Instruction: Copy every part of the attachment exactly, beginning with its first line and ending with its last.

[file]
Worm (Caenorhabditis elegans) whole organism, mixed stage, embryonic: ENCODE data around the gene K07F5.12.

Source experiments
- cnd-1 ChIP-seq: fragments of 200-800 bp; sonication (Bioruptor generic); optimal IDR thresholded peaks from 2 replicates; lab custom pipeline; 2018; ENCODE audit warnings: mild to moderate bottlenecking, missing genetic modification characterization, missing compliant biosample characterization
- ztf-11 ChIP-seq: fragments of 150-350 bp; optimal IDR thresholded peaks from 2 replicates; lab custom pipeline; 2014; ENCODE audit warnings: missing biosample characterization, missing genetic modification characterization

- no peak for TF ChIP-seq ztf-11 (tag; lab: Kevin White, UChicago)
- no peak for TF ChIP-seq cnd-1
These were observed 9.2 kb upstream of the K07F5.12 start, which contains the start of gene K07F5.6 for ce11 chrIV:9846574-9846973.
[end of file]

Worm (Caenorhabditis elegans) whole organism, mixed stage, embryonic: ENCODE data around the gene K07F5.12.

Source experiments
- cnd-1 ChIP-seq: fragments of 200-800 bp; sonication (Bioruptor generic); optimal IDR thresholded peaks from 2 replicates; lab custom pipeline; 2018; ENCODE audit warnings: mild to moderate bottlenecking, missing genetic modification characterization, missing compliant biosample characterization
- ztf-11 ChIP-seq: fragments of 150-350 bp; optimal IDR thresholded peaks from 2 replicates; lab custom pipeline; 2014; ENCODE audit warnings: missing biosample characterization, missing genetic modification characterization

- no peak for TF ChIP-seq ztf-11 (tag; lab: Kevin White, UChicago)
- no peak for TF ChIP-seq cnd-1
These were observed 9.2 kb upstream of the K07F5.12 start, which contains the start of gene K07F5.6 for ce11 chrIV:9846574-9846973.